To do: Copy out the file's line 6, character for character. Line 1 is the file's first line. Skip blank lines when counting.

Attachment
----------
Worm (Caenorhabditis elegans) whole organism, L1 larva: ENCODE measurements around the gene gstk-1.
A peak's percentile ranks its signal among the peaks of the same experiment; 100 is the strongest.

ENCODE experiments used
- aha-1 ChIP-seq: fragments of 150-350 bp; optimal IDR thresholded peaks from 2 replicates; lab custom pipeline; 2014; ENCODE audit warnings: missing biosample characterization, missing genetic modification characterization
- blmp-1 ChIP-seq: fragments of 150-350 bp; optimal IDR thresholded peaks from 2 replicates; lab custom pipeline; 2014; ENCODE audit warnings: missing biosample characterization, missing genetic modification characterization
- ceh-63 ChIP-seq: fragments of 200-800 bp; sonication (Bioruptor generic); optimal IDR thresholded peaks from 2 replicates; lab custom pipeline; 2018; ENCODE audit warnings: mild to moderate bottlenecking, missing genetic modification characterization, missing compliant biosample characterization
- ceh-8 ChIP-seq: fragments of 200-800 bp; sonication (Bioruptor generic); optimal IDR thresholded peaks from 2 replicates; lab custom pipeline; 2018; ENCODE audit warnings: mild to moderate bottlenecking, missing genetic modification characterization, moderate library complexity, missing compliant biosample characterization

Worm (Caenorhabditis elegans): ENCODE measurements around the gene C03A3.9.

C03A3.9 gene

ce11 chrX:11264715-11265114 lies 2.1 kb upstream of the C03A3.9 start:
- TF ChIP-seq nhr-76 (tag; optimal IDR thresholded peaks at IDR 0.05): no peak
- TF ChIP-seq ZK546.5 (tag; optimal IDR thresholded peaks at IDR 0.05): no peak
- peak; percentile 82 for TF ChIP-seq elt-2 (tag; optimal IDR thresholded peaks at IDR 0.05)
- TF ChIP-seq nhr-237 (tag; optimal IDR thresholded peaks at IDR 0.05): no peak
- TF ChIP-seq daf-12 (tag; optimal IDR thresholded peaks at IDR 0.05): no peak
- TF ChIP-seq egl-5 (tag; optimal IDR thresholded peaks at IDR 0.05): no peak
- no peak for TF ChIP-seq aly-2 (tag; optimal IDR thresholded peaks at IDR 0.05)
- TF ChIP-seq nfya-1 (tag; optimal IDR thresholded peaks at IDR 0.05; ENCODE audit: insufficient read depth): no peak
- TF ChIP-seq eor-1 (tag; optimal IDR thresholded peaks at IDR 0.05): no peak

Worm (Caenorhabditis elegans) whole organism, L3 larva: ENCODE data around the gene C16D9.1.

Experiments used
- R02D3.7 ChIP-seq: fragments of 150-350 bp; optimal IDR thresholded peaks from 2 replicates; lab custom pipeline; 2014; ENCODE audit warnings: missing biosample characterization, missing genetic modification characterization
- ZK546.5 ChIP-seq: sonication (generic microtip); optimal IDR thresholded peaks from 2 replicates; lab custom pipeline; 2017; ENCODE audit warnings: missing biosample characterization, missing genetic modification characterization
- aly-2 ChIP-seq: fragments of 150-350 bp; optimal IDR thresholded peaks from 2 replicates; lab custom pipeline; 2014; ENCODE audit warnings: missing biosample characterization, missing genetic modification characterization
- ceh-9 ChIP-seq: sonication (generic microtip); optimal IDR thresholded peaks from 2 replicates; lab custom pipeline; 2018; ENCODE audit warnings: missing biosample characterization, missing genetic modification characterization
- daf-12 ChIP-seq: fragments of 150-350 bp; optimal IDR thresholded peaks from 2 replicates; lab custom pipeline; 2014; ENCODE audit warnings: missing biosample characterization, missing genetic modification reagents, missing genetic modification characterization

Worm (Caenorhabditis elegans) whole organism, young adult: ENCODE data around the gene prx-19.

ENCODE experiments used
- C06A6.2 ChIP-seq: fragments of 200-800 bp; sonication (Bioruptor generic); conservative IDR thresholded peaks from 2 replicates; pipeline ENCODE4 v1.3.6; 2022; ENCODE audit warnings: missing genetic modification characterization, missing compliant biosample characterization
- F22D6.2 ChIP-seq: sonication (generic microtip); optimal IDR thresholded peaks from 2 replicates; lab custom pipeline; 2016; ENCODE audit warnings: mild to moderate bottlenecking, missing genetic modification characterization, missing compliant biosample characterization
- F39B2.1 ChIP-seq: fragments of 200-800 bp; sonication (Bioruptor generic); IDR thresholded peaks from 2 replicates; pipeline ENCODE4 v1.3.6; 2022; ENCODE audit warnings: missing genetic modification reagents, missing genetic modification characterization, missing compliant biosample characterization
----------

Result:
- ceh-63 ChIP-seq: fragments of 200-800 bp; sonication (Bioruptor generic); optimal IDR thresholded peaks from 2 replicates; lab custom pipeline; 2018; ENCODE audit warnings: mild to moderate bottlenecking, missing genetic modification characterization, missing compliant biosample characterization